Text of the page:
Pros and cons of proof-of-stake
From an environmental perspective, proof-of-stake clearly beats proof-of-work. Such is this advantage that some cryptocurrencies, most notably Ethereum, are in the progress of moving towards staking.
Besides, as an investor, there is no need for expensive processors, worrying about electricity costs or much work generally. As briefly mentioned, the scalability of proof-of-stake is far superior to its counterpart, meaning cheaper transacting costs habitually.
Unfortunately, staking also does often favor moneyed individuals who stand a greater chance of earning bigger rewards. Some analysts consider proof-of-stake as less secure than proof-of-work since the work demanded on the former is not as substantial on the latter.
The 51% attack refers to an individual or group controlling more than 50% of a blockchain’s mining power. While similar malicious violations are rarely feasible on any cryptocurrency, they are likelier with PoS than PoW because less computational work exists.
Which is better?
Now that we’ve gone in-depth on this couple, it’s natural for one to wonder which is better. Firstly, both consensus mechanisms rely on significant financial resources. To some extent, each does inherently prioritizes wealthier individuals.
If observing the scalability aspect, PoS is generally superior to PoW as there is a less time-consuming procedure to validating blocks. In simpler terms, sending and receiving money using a PoS coin is usually faster and cheaper.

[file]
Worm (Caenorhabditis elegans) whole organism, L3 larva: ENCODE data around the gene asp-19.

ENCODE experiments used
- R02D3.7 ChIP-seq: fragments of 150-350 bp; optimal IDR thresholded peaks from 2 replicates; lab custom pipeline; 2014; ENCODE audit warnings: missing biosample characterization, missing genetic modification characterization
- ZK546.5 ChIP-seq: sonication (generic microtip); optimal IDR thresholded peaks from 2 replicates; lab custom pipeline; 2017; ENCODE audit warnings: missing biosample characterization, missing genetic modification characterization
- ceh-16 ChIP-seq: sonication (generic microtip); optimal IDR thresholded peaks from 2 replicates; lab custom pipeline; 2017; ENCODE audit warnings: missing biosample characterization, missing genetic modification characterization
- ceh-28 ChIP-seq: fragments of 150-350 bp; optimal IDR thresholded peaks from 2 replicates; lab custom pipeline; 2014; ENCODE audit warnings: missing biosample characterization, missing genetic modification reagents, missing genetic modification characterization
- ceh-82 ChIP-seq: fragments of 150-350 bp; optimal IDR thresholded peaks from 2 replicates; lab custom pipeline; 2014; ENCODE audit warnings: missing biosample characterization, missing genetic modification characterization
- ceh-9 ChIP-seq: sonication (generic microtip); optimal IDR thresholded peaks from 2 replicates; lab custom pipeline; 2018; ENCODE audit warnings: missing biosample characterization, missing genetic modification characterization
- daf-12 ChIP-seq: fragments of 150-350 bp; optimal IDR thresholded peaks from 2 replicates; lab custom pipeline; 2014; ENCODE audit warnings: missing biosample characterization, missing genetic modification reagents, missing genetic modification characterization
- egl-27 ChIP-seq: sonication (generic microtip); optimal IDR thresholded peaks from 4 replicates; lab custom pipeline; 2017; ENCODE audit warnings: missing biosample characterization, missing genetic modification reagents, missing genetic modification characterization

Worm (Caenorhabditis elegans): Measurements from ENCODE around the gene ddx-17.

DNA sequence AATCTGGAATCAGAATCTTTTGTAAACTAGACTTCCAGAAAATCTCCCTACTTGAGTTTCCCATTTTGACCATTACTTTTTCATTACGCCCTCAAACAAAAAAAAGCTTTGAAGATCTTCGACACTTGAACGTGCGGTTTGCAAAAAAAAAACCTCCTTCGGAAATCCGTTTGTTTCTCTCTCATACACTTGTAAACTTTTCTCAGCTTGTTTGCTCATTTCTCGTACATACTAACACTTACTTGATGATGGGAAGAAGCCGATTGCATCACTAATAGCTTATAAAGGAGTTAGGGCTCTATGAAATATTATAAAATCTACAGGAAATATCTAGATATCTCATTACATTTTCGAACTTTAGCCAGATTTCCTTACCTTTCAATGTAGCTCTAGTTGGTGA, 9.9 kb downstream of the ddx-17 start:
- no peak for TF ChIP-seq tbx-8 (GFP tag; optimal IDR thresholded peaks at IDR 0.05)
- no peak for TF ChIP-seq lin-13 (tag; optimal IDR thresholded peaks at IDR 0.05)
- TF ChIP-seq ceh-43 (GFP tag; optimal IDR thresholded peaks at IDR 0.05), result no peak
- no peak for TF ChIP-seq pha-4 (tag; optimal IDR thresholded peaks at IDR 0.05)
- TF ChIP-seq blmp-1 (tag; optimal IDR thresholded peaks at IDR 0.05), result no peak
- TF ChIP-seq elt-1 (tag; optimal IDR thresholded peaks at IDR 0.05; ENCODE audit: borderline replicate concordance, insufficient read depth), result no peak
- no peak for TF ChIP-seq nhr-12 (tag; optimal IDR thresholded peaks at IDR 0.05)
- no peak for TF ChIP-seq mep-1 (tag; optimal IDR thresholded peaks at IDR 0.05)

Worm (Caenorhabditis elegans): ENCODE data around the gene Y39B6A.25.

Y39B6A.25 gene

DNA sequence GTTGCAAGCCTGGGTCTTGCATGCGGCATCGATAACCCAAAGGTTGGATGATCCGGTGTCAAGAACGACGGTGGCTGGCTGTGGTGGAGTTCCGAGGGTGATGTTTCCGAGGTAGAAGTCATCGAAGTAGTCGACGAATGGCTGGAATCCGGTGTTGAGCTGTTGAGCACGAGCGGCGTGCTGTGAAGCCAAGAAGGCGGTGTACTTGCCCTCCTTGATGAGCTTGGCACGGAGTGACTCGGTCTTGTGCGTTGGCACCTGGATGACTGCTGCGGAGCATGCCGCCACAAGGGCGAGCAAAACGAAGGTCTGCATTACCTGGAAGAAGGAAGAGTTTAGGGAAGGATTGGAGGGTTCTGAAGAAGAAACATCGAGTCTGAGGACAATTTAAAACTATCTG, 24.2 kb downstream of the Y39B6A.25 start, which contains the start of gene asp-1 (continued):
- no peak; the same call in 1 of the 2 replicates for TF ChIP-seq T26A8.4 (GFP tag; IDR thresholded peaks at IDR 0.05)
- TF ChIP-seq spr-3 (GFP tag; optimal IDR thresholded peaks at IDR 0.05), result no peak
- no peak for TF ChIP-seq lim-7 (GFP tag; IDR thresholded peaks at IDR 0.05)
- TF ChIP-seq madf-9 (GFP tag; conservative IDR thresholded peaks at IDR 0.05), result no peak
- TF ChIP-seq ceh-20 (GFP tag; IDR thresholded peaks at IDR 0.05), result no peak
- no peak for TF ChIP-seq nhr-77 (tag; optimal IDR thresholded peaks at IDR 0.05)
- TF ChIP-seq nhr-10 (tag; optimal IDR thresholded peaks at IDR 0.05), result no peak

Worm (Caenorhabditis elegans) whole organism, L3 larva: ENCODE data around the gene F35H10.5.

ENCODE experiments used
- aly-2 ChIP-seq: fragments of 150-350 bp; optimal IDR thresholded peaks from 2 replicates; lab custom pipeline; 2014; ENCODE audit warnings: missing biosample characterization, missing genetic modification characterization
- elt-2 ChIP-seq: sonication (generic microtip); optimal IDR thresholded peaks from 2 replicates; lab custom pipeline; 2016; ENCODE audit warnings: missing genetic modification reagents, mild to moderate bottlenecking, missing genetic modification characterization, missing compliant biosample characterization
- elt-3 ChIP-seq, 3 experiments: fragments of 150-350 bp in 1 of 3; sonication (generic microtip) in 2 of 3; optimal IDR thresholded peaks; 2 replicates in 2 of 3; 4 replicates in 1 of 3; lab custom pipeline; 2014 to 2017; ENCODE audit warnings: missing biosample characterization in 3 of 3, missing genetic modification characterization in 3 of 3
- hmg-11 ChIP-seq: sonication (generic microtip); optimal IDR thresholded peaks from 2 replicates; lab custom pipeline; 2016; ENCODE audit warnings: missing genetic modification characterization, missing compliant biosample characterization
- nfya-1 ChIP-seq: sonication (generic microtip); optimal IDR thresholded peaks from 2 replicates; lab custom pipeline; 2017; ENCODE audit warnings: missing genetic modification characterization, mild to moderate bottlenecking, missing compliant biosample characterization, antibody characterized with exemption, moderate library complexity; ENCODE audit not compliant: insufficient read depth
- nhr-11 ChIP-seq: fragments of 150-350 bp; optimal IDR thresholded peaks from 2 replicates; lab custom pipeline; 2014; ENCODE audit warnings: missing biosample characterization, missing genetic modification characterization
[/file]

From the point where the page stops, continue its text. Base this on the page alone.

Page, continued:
The more relevant distinction is energy consumption. Concerns over the power used in proof-of-work systems are well-documented. Fortunately, experts laud proof-of-stake as being far healthier for the environment.
Therefore, objectively deciding on the overall better system depends on the lens one is looking through. However, much of the literature suggests some existing coins should move over to staking to mitigate environmental concerns.
Observing the differences between proof-of-work and proof-of-stake is beneficial to understanding the behind-the-scenes of digital currencies. From the end-user perspective, one should see the differences over confirmation times and fees as they begin transacting with different coins.
If one is considering investing in mining or staking, the article should serve as a guide into the advantages and disadvantages. Ultimately, the models have the same goal, but the way they go about this is unique.